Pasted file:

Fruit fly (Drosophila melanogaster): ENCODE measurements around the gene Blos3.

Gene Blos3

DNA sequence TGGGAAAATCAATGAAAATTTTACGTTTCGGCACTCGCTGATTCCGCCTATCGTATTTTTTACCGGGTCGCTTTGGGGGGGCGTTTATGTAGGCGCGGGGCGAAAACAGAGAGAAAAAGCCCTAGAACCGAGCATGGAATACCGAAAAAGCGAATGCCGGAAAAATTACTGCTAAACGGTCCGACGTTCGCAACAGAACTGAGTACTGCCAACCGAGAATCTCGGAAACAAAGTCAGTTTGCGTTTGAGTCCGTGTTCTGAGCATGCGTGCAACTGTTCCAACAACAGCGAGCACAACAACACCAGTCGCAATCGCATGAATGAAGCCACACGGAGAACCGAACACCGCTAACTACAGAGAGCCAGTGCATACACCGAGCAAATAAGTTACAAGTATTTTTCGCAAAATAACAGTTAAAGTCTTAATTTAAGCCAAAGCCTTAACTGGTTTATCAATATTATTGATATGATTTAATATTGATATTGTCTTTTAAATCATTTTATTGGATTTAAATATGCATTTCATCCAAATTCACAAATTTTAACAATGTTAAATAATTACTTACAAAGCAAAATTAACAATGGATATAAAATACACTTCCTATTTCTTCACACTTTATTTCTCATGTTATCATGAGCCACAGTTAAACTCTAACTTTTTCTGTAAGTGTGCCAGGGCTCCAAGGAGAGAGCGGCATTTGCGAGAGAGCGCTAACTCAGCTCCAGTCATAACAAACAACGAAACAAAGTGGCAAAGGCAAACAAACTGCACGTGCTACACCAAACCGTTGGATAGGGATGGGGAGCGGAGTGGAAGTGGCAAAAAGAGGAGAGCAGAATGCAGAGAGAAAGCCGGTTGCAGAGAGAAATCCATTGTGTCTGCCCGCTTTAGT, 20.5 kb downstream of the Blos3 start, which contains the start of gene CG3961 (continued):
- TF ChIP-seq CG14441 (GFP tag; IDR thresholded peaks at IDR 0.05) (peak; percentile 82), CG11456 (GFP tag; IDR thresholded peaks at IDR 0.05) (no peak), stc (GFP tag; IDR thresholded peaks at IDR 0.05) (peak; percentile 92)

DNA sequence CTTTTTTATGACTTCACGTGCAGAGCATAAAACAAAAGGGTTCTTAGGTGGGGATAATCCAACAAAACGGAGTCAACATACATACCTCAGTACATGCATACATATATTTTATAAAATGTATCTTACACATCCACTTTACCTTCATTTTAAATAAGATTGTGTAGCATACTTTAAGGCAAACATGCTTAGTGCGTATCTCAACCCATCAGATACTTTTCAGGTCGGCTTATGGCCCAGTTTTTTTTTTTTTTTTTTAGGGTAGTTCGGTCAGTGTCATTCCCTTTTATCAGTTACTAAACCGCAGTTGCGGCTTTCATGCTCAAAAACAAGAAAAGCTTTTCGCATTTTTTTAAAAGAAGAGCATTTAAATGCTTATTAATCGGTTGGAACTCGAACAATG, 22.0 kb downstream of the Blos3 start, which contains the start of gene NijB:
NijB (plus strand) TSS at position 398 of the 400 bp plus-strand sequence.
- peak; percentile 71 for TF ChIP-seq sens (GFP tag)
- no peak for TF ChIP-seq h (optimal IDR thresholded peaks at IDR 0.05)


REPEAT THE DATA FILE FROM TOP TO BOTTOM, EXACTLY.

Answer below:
Fruit fly (Drosophila melanogaster): ENCODE measurements around the gene Blos3.

Gene Blos3

DNA sequence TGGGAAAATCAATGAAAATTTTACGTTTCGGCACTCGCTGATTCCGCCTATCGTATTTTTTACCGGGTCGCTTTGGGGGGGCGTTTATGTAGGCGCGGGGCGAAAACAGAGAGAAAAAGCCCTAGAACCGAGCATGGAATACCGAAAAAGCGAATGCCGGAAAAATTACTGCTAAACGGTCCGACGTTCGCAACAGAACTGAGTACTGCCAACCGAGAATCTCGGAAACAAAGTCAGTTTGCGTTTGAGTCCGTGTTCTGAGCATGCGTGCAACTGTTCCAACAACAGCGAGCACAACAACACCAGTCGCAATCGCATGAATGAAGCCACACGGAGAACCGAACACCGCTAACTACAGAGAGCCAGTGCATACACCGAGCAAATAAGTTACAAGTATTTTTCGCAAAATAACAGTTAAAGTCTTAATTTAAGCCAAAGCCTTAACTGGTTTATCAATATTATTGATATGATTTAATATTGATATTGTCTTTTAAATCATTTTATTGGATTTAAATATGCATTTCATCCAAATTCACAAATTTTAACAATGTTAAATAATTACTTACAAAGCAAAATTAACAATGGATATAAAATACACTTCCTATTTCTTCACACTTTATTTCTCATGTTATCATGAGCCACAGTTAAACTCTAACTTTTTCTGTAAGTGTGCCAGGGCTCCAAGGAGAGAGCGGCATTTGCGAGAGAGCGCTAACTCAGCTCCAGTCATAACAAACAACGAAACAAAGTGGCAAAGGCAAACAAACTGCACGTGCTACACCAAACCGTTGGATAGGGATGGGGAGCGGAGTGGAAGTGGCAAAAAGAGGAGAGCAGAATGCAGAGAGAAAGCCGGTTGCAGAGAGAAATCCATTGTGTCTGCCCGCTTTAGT, 20.5 kb downstream of the Blos3 start, which contains the start of gene CG3961 (continued):
- TF ChIP-seq CG14441 (GFP tag; IDR thresholded peaks at IDR 0.05) (peak; percentile 82), CG11456 (GFP tag; IDR thresholded peaks at IDR 0.05) (no peak), stc (GFP tag; IDR thresholded peaks at IDR 0.05) (peak; percentile 92)

DNA sequence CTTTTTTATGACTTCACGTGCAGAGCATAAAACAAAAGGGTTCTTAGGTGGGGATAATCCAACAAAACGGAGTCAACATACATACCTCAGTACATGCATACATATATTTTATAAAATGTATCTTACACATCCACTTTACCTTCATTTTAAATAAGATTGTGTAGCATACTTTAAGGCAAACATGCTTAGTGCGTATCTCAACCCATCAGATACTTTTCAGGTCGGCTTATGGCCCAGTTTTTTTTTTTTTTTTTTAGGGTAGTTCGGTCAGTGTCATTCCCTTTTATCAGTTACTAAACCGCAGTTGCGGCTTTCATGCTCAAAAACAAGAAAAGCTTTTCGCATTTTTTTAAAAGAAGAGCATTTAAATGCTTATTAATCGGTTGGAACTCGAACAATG, 22.0 kb downstream of the Blos3 start, which contains the start of gene NijB:
NijB (plus strand) TSS at position 398 of the 400 bp plus-strand sequence.
- peak; percentile 71 for TF ChIP-seq sens (GFP tag)
- no peak for TF ChIP-seq h (optimal IDR thresholded peaks at IDR 0.05)